Bicycle Advocacy Tips

Meeting legislators and grassroots advocacy

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Meeting with your Members of Congress in their home districts makes the issues real; shows the impact on their district, or state; and it is generally easier to get their attention. Over the course of the summer, Congress will have a number of scheduled in district work periods when your members of Congress will be home – the first one starts Memorial Day weekend.

While home, your senators and representative will be in their local offices, and may attend town hall meetings. These are perfect opportunities to speak with them about the issues that matter to the bicycling community. However, their schedules fill up quickly, and some Senators may be traveling in various parts of the state during their district work period, so it is important to call their offices as early as possible to make an appointment, invite them to an event or to find out when town hall meetings are scheduled. Click here to look up Member and district office information.

Is your Member on the Congressional Bike Caucus? Find out here. Before speaking or meeting with your senator or representative visit the League of American Bicyclists Advocacy Center to learn more about the issues. Additional resources on the issues can be found at www.americabikes.org and www.completestreets.org.

Click here for a detailed PDF on Grassroots advocacy, how to set up meetings with your members of Congress and other resources. Show Congress you care about kids and bike safety, and help transform national transportation policy.

Please send us reports of your meetings, especially any major breakthroughs or updates from your participation in any of the activities discussed. Please email walter@bikeleague.org to share.

THE BASICS OF BICYCLE ADVOCACY

Downloadable Version of Bicycle Advocacy Tips (pdf)

Establish Goals

What are the issues that you want to address? Do they involve facility accommodations, safety, or ridership? Clearly define goals and then develop a coordinated approach toward realization.

Understand the Process

A successful approach to advocacy is similar to doing a home improvement project in that you should understand the steps necessary for success before you begin work. Well-coordinated efforts will save time and resources. Answer questions like how, when and who is making the decisions affecting your goals. What are the timeframes? Which levels of government have oversight and influence over your priorities? Under what conditions do various levels of government work?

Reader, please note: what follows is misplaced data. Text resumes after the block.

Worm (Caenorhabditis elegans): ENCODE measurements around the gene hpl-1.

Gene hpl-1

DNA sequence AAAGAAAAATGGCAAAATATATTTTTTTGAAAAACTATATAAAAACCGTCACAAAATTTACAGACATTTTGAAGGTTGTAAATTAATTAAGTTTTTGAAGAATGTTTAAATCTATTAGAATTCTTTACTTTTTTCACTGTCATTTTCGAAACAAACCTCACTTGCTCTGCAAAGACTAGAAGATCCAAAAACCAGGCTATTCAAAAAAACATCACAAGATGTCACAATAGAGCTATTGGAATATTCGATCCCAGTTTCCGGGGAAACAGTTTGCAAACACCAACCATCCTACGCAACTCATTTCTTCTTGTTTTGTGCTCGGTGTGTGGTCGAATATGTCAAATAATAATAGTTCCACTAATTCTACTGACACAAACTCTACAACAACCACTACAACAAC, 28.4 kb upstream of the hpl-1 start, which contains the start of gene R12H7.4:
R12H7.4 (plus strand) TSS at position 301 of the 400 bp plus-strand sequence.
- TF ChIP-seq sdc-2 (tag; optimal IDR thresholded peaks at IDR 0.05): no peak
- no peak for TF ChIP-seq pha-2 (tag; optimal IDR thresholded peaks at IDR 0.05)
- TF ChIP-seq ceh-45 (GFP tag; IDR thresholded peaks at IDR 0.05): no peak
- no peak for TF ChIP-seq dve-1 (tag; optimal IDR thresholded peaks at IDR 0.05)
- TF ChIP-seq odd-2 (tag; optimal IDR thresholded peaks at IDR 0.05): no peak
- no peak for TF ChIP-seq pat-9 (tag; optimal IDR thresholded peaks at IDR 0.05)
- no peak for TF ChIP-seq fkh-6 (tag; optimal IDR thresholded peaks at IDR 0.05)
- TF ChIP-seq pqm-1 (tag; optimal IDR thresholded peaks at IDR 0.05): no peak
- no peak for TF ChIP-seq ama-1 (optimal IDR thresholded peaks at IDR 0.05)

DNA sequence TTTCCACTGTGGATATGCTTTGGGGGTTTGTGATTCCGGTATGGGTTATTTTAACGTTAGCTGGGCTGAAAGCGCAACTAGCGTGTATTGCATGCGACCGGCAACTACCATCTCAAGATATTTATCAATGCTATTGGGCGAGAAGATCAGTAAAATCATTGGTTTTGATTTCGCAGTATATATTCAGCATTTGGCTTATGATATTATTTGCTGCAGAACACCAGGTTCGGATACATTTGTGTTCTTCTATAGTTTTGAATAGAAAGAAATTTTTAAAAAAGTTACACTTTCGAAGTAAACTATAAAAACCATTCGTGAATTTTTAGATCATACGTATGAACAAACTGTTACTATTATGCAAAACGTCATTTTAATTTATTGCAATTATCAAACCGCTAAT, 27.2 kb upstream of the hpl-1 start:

Identify the Decision Makers

Become familiar with the officials who have oversight over projects that affect your locality. It is important to understand that you will have several avenues through which to generate support. While you may find roadblocks in some areas, you will discover opportunities in others. Examine every potential resource and get to know the players.

Organizational Framework

Does an organization already exist that can address your goals, or do you need to establish an organization to focus on relevant issues? There is the advantage of working with an established group because you will not have to spend resources developing an organization. However, some clubs and organizations may not want to address issues you find important. In those cases it is necessary to create a new advocacy organization to work toward realization of these goals.

Build Constituency

It is important to generate a network of individuals who share your goals. Politicians react to constituent interests. If you generate a network of people who lend support to your goals, you will be much more successful than acting as an individual, no matter how worthy your project may be.

Timing

It is important to understand not only how the political process works, but also when it works. You have to know when opportunities will arise, and time your efforts accordingly. Most legislative bodies have established schedules. Know things like when and where your local Metropolitan Planning Organization (MPO) meets and when relevant committees of your local, state and federal governments meet.

Allies and Adversaries

A successful advocate will have a sound understanding of potential allies and adversaries. You should work together, where appropriate, with groups that support your goals. Adversaries must be recognized. It is important to try to best appreciate the point of view of potential opponents. Work to appease objections where possible.

Get Busy

It is easy to complain about a lack of facilities or a hazardous intersection, but making a difference is the real challenge. Your incentive for change must be harnessed with a well-coordinated effort. Making a difference in your community will not be easy, but your success will be worth the effort.

FORMING, SUSTAINING & GROWING A BICYCLE ADVOCACY ORGANIZATION

Define the Purpose of the Organization

What are the issues the organization wants to tackle?
What do you need to get the job done?

To start a successful bicycle advocacy organization, you need the following:

  • a clear, agreed-upon mission statement
  • a strong, competent executive director
  • a dynamic board of directors
  • an organization-wide commitment to fundraising

Develop Your Board of Directors

What is the role of the Board of Directors?
Duties of the Board of Directors include the following:

  • selecting the Executive Director
  • assessing his or her performance
  • reviewing and authorizing goals and direction
  • ensuring compliance with legal and contract requirements
  • evaluating the organization’s work